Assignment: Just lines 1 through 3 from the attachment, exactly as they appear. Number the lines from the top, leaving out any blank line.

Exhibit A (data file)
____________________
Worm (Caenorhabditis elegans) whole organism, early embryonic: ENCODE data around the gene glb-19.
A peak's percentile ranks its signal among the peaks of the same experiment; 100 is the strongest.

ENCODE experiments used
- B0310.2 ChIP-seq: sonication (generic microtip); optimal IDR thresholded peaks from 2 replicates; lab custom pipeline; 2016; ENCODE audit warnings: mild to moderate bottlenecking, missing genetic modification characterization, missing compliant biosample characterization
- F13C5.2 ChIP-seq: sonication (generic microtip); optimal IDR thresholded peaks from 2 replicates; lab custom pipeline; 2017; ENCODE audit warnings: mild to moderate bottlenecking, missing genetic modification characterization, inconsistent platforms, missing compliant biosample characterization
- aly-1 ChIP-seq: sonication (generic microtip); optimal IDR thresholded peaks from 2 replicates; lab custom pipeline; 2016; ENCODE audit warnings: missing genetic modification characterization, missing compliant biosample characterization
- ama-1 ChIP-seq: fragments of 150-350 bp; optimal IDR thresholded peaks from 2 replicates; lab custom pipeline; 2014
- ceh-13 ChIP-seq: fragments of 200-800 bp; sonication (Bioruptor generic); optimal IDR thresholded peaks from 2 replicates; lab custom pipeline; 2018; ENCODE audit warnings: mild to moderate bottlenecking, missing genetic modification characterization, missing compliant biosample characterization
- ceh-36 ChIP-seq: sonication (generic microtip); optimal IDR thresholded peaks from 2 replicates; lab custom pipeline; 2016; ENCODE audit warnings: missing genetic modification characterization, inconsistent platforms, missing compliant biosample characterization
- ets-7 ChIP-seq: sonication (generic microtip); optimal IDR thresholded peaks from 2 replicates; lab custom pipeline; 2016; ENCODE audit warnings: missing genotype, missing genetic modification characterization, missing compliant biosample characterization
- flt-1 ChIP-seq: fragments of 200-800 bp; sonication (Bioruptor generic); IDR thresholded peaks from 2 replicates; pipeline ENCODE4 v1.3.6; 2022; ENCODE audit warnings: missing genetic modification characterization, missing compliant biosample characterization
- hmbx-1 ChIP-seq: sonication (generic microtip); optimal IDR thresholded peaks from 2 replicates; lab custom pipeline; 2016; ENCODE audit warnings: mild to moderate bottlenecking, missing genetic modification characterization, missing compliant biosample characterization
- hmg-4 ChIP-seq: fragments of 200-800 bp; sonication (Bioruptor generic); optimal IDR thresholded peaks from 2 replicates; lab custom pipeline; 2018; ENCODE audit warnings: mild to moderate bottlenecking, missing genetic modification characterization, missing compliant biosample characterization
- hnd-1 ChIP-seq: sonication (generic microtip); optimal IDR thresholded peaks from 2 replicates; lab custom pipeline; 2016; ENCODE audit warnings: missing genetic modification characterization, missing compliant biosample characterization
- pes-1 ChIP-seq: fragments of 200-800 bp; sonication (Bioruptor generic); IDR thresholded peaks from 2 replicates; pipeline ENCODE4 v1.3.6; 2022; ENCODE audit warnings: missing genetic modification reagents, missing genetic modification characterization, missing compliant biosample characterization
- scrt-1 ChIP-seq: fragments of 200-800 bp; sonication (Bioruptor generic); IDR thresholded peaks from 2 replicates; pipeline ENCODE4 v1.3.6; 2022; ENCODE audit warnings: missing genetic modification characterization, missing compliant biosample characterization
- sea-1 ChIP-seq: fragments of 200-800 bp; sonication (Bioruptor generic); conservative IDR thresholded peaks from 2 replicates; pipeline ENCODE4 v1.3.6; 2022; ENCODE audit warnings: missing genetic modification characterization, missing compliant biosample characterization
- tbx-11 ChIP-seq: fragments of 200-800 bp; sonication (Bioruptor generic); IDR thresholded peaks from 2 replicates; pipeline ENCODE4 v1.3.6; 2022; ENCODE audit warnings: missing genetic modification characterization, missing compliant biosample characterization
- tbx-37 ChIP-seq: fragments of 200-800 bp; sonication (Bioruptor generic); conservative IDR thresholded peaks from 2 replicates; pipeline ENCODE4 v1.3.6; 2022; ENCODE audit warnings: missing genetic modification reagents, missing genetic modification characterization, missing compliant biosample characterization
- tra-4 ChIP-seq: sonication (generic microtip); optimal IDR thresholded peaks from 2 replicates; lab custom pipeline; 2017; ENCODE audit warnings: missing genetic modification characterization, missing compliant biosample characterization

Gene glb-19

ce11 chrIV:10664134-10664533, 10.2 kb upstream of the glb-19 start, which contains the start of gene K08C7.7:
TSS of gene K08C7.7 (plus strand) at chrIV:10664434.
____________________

Worm (Caenorhabditis elegans) whole organism, early embryonic: ENCODE data around the gene glb-19.
A peak's percentile ranks its signal among the peaks of the same experiment; 100 is the strongest.

ENCODE experiments used